Wednesday, November 10, 2010

Zoellick admits World Bank doesn't have a clue

OK, the World Bank president didn't exactly say that. But at a recent presentation at Georgetown University, he did exhibit a welcome - a truly welcome - dose of humility.

Let's start with this stunning quote, which we will be adding to our quotations page.
"Too often research economists seem not to start with the key knowledge gaps facing development practitioners, but rather search for questions they can answer with the industry’s currently favorite tools."
Here, in a nutshell, is one of the biggest reasons why tax havens have been all but ignored in the development debate. Here is the knowledge gap to end them all. Now how about this peach:
"The Nobel Prize for Economic Sciences has been bestowed on many worthy honorees. But it has also been given to those whose love of mathematical models was based on heroic and unrealistic assumptions about humankind."
Now take a look at some other things Zoellick said:
The record of development has shown that one size won’t fit all
Very true: this has been most powerfully pushed by Dani Rodrik, who also gets a hat tip for today's blog. Also, from Zoellick:
  • We have also been criticized for the way research has sometimes been used to proselytize on behalf of Bank policy, without always taking a balanced view of the evidence or without expressing appropriate skepticism.
  • We need more and better data on public finance, especially at subnational levels, which is critical for better governance.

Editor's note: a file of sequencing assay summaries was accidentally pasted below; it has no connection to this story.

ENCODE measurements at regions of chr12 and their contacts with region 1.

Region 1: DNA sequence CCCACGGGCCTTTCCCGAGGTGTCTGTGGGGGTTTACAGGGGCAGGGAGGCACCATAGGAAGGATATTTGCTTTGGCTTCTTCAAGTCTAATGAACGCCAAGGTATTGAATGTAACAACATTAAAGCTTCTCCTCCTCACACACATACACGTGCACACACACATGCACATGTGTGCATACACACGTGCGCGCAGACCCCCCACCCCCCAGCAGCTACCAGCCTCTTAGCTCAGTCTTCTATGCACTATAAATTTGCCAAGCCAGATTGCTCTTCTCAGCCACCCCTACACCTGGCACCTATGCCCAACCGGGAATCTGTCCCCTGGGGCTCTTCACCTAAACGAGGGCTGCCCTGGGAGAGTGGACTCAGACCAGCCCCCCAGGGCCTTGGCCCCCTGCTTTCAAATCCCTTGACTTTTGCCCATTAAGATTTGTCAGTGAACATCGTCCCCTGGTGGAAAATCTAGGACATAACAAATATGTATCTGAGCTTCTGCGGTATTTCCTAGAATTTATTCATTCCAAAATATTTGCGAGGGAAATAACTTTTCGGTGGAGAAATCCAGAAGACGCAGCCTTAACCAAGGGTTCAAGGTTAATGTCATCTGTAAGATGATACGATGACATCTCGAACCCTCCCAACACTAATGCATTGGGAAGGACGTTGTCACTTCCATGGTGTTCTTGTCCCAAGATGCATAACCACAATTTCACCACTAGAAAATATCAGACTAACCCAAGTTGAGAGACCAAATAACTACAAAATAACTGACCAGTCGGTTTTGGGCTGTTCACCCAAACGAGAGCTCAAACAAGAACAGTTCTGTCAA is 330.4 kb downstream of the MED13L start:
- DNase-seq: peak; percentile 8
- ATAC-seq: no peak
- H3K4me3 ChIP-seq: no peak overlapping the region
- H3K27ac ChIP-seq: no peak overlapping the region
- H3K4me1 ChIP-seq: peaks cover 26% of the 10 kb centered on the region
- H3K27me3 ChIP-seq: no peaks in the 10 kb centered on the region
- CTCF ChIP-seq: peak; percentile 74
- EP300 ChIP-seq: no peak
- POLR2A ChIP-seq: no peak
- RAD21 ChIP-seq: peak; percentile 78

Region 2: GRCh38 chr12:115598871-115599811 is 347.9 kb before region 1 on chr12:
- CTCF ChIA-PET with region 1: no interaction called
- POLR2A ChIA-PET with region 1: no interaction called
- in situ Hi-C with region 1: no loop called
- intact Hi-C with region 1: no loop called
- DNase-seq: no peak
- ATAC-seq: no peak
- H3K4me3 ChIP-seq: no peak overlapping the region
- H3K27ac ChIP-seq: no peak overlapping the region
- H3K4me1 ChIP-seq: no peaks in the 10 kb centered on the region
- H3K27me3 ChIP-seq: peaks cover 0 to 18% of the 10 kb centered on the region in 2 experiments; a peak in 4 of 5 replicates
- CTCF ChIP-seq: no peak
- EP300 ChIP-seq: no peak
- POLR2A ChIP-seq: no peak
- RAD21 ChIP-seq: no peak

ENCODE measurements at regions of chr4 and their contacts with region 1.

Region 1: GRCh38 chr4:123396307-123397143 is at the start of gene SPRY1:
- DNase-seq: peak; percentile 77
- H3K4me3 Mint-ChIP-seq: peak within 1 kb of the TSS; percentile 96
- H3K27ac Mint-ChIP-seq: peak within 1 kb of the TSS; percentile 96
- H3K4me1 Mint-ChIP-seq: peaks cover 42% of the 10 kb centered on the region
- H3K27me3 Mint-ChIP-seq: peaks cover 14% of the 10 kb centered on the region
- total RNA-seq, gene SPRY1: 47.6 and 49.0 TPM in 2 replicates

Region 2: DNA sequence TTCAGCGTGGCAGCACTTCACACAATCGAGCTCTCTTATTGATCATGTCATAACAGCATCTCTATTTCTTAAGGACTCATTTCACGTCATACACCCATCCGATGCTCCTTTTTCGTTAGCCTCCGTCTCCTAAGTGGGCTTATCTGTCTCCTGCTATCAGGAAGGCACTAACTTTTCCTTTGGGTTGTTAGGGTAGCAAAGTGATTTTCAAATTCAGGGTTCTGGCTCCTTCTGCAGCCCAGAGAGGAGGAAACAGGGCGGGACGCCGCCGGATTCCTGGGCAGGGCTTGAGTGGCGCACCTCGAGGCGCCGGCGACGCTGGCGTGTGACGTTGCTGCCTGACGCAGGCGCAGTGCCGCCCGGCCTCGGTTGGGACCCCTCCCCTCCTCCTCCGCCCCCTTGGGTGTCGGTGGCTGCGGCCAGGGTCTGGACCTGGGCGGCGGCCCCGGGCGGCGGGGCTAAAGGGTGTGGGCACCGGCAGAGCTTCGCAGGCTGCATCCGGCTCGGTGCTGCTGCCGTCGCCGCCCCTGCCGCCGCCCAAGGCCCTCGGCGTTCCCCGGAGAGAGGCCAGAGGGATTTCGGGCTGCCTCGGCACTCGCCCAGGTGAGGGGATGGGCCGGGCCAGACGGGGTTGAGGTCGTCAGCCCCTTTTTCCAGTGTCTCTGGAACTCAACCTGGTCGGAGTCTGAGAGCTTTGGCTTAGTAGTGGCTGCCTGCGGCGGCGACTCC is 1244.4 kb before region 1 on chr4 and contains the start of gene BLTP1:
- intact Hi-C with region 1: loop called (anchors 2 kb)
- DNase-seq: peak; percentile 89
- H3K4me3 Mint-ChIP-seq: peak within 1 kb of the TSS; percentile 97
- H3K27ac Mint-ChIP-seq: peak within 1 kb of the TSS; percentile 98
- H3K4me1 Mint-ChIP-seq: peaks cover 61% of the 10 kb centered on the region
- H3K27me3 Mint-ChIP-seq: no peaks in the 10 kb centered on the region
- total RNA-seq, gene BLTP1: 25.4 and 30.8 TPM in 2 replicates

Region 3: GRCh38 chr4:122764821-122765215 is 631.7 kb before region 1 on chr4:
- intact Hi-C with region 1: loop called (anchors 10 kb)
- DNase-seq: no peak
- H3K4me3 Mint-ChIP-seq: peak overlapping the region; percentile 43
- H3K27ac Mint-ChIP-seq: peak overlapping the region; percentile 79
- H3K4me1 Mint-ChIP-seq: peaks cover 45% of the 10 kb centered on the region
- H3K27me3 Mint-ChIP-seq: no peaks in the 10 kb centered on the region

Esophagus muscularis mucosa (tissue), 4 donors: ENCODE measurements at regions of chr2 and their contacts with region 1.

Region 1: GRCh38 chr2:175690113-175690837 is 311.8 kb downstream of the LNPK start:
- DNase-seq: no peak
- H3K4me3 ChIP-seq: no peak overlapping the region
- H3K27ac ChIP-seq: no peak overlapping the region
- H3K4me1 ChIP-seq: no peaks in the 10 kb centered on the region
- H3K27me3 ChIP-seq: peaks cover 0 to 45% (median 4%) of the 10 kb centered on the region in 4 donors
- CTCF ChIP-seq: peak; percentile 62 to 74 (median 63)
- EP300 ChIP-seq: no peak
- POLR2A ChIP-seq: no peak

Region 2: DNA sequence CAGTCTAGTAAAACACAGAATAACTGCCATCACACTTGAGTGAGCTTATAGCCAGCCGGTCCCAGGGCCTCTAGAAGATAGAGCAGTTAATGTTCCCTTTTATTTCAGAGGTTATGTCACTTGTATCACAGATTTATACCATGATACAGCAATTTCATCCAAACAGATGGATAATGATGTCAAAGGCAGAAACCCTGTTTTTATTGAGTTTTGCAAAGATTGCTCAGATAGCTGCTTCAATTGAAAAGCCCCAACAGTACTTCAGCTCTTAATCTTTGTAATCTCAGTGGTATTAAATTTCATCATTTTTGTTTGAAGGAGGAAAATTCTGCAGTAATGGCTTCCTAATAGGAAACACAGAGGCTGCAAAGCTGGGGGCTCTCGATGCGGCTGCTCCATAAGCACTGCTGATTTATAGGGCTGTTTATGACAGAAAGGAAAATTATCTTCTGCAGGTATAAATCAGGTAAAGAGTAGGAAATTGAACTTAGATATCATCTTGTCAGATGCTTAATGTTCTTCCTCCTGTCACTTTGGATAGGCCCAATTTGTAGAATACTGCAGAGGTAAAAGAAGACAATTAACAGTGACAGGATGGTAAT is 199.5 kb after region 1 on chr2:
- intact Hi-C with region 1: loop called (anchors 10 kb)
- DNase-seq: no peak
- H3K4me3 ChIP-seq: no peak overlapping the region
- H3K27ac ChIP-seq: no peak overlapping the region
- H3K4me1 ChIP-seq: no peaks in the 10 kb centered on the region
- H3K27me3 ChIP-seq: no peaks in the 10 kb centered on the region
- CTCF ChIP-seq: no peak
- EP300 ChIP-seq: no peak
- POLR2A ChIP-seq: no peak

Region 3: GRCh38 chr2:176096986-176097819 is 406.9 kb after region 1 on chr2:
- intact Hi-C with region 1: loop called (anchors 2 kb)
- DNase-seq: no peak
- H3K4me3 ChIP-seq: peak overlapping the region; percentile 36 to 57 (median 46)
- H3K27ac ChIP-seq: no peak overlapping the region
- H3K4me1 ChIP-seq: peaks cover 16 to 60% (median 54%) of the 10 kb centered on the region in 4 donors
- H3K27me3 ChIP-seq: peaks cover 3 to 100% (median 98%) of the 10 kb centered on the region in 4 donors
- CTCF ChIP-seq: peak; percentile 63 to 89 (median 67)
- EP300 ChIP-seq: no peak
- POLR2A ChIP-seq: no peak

• Over the last 10 years, as the belief has grown that there is no simple recipe for development, there has been a shift towards more empirically-based development research. This is welcome -- and very positive. Thirty years ago, Deng Xiaoping, another practioner of development economics, recommended "emancipating the mind so as to seek truth from facts."

  • We need to democratize and demystify development economics, recognizing that we do not have a monopoly on the answers.

  • This is no longer about the Washington Consensus. One cannot have a consensus about political economy from one city applying to all. This is about experience regarding what is working -- in New Delhi, in Sao Paolo, in Beijing, in Cairo, and Accra. Out of experience may come consensus. But only if it is firmly grounded -- and broadly owned.

  • Above all, we must look beyond an “elite retail" model of research.
And there is plenty more in there, along these lines.

So on this reading, there is now everything to play for. The field has changed.

And, as regards knowledge gaps, there is one big gap in Zoellick's long speech. He only mentioned the word tax once, and only as an aside, and he didn't mention tax havens at all.

The World Bank is ready to be influenced. The time is ripe for these two huge inter-related knowledge gaps are there, ready for a full-throated re-evaluation.

He might start off by reading this.


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